Articles | Volume 7, issue 14
Atmos. Chem. Phys., 7, 3783–3790, 2007
Atmos. Chem. Phys., 7, 3783–3790, 2007

  23 Jul 2007

23 Jul 2007

Vertical ozone measurements in the troposphere over the Eastern Mediterranean and comparison with Central Europe

P. D. Kalabokas1, A. Volz-Thomas2, J. Brioude3, V. Thouret4, J.-P. Cammas4, and C. C. Repapis1 P. D. Kalabokas et al.
  • 1Academy of Athens, Research Center for Atmospheric Physics and Climatology, Athens, Greece
  • 2Institut fuer Chemie and Dynamik der Geosphaere, Forschungszentrum Juelich, Germany
  • 3NOAA, Earth System Research Laboratory CSD, Boulder, Colorado, USA
  • 4Laboratoire d'Aerologie, UMR 5560, Universite Paul Sabatier, Toulouse, France

Abstract. Vertical ozone profiles measured in the period 1996–2002 in the framework of the MOZAIC project (Measurement of Ozone and Water Vapor by Airbus in Service Aircraft) for flights connecting Central Europe to the Eastern Mediterranean basin (Heraklion, Rhodes, Antalya) were analysed in order to evaluate the high rural ozone levels recorded in the Mediterranean area during summertime. The 77 flights during summer (JJAS) showed substantially (10–12 ppb, 20–40%) enhanced ozone mixing ratios in the lower troposphere over the Eastern Mediterranean frequently exceeding the 60 ppb, 8-h EU air quality standard, whereas ozone between 700 hPa and 400 hPa was only slightly (3–5 ppb, 5–10%) higher than over Central Europe. Analysis of composite weather maps for the high and low ozone cases, as well as back-trajectories and vertical profiles of carbon monoxide, suggest that the main factor leading to high tropospheric ozone values in the area is anticyclonic influence, in combination with a persistent northerly flow in the lower troposphere during summertime over the Aegean. On the other hand the lowest ozone levels are associated with low-pressure systems, especially the extension of the Middle East low over the Eastern Mediterranean area.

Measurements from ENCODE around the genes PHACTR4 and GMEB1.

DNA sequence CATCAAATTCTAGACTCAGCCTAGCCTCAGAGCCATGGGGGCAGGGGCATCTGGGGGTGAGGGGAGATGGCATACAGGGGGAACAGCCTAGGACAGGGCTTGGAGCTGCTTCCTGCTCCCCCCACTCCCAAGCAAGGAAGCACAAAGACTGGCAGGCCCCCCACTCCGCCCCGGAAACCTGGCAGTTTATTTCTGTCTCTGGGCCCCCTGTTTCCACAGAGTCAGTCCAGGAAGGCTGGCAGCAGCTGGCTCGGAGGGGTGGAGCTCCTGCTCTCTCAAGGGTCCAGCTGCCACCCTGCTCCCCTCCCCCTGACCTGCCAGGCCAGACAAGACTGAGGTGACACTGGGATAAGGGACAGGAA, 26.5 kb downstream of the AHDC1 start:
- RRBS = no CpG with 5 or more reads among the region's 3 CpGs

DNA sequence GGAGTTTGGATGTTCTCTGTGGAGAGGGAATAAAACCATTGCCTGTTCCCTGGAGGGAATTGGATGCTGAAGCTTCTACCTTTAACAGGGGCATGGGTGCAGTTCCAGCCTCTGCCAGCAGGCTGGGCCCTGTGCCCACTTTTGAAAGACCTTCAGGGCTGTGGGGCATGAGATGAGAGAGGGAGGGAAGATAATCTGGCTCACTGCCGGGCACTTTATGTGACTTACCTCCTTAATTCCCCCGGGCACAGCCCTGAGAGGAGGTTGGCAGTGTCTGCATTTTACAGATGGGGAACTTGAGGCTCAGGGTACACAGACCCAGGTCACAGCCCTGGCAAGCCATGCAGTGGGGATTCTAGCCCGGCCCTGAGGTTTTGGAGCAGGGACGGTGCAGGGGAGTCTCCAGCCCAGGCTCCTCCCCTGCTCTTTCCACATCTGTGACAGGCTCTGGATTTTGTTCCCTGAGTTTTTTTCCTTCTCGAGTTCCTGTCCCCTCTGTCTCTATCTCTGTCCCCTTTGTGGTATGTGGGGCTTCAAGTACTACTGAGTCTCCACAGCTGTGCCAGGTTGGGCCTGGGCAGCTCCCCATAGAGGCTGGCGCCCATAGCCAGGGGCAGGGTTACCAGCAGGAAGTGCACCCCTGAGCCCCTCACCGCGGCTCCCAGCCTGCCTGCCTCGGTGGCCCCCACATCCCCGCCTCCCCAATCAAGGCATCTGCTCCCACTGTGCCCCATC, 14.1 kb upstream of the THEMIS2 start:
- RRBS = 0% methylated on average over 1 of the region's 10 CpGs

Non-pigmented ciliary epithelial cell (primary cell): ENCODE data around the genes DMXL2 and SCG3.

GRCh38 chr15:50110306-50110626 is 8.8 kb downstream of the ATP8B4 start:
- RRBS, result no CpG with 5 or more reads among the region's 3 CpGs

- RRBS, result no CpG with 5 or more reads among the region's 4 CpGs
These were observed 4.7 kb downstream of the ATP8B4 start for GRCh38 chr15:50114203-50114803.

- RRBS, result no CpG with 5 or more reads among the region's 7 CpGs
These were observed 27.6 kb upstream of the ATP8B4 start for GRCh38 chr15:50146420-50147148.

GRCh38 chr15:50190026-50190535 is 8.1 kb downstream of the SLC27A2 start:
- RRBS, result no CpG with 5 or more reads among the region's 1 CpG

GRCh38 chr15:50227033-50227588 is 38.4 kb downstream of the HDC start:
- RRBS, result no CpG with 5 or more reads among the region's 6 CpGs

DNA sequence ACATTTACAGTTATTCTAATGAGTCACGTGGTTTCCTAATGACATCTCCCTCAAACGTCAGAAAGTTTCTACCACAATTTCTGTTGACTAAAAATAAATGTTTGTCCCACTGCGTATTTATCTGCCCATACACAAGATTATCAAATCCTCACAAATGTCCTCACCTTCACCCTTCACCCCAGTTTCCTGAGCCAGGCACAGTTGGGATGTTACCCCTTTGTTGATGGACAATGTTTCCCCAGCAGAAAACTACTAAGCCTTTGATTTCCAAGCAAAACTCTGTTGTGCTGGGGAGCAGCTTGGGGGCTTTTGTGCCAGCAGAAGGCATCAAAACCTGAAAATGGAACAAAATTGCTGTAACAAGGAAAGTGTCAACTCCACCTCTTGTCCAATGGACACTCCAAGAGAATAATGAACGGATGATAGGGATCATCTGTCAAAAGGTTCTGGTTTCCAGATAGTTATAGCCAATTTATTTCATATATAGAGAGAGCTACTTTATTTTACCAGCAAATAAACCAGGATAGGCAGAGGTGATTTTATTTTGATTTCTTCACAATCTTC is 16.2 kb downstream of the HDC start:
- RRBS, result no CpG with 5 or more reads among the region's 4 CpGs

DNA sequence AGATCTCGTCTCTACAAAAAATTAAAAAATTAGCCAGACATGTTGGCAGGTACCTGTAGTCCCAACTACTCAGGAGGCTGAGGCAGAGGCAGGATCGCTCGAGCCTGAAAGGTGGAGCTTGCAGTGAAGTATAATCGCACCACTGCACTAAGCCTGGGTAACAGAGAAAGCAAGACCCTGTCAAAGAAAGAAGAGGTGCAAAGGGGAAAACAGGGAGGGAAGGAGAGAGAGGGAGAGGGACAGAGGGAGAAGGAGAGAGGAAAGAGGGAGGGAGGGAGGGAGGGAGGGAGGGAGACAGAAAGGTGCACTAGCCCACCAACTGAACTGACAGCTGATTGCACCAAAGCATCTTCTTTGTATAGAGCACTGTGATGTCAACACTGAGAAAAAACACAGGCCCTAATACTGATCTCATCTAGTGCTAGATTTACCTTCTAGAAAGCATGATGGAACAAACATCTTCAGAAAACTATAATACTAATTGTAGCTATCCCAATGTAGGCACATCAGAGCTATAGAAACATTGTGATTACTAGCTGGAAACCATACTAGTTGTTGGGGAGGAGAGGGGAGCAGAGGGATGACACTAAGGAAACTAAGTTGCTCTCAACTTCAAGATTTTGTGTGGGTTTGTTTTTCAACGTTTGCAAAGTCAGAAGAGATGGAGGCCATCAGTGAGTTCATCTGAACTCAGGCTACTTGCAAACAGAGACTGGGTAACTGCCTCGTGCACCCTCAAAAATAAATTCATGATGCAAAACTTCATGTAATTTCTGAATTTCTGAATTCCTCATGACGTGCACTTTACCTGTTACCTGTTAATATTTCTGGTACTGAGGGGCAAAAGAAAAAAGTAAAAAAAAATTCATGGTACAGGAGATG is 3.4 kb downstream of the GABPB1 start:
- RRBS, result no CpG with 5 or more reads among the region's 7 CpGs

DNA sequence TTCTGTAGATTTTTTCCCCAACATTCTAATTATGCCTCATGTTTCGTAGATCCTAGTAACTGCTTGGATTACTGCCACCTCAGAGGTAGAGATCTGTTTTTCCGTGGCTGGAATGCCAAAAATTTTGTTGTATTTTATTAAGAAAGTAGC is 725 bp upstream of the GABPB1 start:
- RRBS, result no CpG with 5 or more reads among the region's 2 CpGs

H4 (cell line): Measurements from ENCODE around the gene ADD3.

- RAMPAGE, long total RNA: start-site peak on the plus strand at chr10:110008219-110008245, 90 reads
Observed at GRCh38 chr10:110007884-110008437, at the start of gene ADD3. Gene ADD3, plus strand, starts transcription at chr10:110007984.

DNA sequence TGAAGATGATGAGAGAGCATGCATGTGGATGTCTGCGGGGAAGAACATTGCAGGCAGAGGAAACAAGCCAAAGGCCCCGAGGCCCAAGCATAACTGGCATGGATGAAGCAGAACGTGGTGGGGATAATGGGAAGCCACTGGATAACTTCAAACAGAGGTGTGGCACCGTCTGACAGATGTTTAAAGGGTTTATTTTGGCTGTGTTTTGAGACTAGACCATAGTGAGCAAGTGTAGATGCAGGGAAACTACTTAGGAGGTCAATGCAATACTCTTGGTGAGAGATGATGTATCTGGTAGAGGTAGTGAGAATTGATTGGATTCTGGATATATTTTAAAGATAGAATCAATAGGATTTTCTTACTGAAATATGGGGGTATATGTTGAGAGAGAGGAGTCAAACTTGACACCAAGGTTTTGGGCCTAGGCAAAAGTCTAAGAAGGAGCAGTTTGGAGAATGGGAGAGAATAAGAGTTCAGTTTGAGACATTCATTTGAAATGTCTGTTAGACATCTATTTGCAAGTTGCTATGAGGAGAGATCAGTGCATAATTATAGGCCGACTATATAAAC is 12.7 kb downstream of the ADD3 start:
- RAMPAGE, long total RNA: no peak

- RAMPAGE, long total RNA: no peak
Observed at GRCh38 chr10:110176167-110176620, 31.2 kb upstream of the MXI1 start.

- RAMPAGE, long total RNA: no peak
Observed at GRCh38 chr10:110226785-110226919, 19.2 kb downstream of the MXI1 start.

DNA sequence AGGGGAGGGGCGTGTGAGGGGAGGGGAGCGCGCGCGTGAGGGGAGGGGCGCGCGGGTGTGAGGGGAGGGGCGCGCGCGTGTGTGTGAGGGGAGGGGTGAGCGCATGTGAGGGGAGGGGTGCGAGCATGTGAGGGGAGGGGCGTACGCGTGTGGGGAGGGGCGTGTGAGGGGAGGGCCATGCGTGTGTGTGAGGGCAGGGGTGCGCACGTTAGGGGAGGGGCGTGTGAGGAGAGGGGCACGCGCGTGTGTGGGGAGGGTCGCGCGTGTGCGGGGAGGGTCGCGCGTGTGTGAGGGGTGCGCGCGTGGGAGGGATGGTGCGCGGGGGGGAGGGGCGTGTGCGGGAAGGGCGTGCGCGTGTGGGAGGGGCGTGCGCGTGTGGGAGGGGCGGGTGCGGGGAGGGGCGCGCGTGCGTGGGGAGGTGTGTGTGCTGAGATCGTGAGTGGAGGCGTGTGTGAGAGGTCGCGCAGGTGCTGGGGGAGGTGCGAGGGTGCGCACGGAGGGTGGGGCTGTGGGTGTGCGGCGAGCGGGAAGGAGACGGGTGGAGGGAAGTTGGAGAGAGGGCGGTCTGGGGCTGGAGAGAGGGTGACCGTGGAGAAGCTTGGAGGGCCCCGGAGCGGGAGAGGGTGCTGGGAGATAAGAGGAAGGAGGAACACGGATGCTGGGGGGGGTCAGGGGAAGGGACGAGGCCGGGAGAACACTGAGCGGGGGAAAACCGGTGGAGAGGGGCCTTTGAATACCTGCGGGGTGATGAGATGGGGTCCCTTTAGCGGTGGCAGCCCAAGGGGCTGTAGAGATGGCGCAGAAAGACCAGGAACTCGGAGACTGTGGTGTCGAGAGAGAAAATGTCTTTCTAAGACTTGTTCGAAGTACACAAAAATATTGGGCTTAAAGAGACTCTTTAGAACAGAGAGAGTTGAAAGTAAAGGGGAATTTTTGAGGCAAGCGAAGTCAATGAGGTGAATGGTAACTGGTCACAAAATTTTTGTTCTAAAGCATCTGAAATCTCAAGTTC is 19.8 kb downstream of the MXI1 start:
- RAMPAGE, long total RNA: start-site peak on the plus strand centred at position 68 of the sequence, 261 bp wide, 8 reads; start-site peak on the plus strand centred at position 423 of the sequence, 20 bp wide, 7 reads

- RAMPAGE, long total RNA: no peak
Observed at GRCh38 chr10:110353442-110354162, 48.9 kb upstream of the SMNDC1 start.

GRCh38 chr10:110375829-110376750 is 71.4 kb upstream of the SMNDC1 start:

Final-revised paper